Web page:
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House of Games

The Criterion Collection // R // May 14, 2019
List Price: $39.95 [Buy now and save at Amazon]

Review by Stuart Galbraith IV | posted July 17, 2019 | E-mail the Author
A clever, probing crime-drama from playwright David Mamet (also making his directorial debut), House of Games (1987) received rave reviews from critics, but that didn't prevent distributor Orion Pictures from writing the film off. Reportedly, it was screened in just four theaters nationwide before going straight to cable television and home video.

Its reputation has grown steadily, partly due to its many original touches, and because its inside look at the art of the con has the same beguiling effect on audiences as it does its main character. The film has stagey, actorly mannerisms that some might find a bit off-putting, but the film's rewards are considerable.

Criterion released a DVD version in 2007, and their new Blu-ray edition mostly repurposes that release's extra features and maybe even its transfer, which bears an older MGM logo and is rather soft and blah, though the movie is fairly unremarkable cinematographically.

One of House of Games' main attributes is its intricate, often unpredictable plot, so this review will attempt to reveal as little as possible. Dr. Margaret Ford (Lindsay Crouse, at the time married to Mamet) is a psychiatrist and author of a best-selling book, Driven: Obsession and Compulsion in Everyday Life. Austere and mannered, single woman Ford seems incapable of enjoying her newfound success and its financial rewards, even after her elderly mentor, Dr. Littauer (Lilia Skala) encourages her to stop and smell the roses.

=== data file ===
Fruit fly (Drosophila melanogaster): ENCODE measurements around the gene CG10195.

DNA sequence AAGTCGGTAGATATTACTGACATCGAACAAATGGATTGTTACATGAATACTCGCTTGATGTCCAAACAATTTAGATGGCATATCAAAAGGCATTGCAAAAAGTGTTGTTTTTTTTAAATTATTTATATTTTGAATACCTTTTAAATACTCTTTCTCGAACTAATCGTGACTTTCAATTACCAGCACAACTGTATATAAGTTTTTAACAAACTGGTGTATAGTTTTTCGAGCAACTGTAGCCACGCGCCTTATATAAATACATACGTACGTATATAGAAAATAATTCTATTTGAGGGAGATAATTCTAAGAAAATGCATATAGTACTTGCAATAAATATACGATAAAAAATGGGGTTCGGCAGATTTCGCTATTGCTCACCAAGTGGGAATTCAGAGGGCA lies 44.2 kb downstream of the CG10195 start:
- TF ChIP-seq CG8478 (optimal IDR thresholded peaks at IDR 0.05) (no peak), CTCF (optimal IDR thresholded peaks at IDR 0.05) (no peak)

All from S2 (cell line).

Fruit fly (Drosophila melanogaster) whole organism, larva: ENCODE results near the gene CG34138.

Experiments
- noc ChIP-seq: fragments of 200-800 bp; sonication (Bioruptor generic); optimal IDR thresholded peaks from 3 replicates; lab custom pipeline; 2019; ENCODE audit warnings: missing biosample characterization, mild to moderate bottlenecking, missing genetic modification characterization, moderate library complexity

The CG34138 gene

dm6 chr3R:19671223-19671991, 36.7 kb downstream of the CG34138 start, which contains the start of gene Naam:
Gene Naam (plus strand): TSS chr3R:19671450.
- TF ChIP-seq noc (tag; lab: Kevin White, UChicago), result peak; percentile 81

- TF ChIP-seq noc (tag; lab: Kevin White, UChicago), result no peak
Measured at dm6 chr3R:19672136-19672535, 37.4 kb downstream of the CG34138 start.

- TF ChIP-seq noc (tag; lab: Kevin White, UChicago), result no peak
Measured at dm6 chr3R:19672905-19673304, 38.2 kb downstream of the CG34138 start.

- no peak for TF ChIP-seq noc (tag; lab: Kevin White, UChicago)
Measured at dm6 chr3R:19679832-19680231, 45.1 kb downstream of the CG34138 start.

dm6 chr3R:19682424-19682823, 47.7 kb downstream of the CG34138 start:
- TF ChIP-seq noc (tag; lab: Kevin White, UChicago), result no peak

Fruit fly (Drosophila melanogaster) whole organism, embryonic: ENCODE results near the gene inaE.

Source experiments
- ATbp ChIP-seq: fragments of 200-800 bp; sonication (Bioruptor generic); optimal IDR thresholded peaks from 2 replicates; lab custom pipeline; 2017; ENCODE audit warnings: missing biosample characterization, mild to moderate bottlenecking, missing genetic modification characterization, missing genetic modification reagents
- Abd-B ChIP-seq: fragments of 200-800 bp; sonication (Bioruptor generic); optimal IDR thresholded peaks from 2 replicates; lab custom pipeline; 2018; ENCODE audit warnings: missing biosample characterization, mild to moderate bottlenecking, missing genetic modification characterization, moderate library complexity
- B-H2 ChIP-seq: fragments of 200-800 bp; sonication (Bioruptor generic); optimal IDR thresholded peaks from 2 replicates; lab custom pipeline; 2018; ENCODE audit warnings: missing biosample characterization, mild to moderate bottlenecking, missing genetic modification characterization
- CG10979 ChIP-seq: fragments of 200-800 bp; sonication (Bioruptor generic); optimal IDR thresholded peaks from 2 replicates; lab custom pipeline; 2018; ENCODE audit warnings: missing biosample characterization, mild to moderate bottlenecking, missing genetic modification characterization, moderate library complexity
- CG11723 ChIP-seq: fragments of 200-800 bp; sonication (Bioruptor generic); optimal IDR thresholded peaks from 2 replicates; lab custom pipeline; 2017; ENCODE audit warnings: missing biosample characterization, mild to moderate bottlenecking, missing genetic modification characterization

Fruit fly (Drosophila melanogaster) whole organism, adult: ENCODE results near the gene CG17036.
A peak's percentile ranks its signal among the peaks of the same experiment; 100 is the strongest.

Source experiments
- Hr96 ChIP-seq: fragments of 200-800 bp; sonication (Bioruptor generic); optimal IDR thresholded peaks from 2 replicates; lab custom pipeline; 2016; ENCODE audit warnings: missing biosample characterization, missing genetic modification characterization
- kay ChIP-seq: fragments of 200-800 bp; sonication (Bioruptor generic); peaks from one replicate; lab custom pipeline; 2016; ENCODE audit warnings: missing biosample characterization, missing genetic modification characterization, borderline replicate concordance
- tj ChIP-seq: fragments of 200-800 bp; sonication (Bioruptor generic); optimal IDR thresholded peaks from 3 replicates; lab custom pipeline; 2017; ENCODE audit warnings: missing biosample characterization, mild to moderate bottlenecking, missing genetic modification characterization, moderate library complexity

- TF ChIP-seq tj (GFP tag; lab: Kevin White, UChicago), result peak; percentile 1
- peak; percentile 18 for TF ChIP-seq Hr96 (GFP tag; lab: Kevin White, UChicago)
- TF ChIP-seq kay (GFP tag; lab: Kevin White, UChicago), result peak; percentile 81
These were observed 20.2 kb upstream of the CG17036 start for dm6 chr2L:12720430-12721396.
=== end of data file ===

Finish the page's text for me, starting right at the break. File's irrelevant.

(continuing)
One of Margaret's patients, Billy Hahn (Steven Goldstein), is a gambling addict who, during a session, pulls out a gun and threatens to kill himself. She calmly relives him of the gun with the promise a help, but he then reveals that he owes his bookie $25,000, due the next day - or else. What can she possibly do about it?

Margaret naively but forcefully visit's the bookie's hangout, the House of Games, a seedy poolhall with a backroom poker game. The bookie, Mike (Joe Mantegna), tells her she's been had: Billy owes him just $800, not $25,000, but that he's willing to forgive the debt entirely if she'll help him identify the "tell" of poker rival George (magician Ricky Jay), whom Mike says plays with his gold ring when he's bluffing. Margaret agrees, and the labyrinthine plot is set into motion.

House of Games is itself an elaborate confidence game. As Mike explains, the art of the con isn't earning the mark's confidence, but the con man's ability to give confidence to the mark, who, under the right circumstances, will practically beg the conman to walk away with his money. (Mike demonstrates this to Margaret on a Marine, played by a very young William H. Macy.) But who is confiding in whom? Who exactly is being conned here?

If you're paying attention, the movie's biggest surprise should come as no surprise at all. On the other hand, not having seen House of Games in 20-odd years I'd completely forgotten about one critical scene later, near the end that did catch me off-guard this time, despite having seen the picture five or six times through the years.

The mechanics of the con game remain House of Games' most appealing quality, much like the secrets of master-level pickpocketing make the similar, earlier Harry in Your Pocket (1973) play.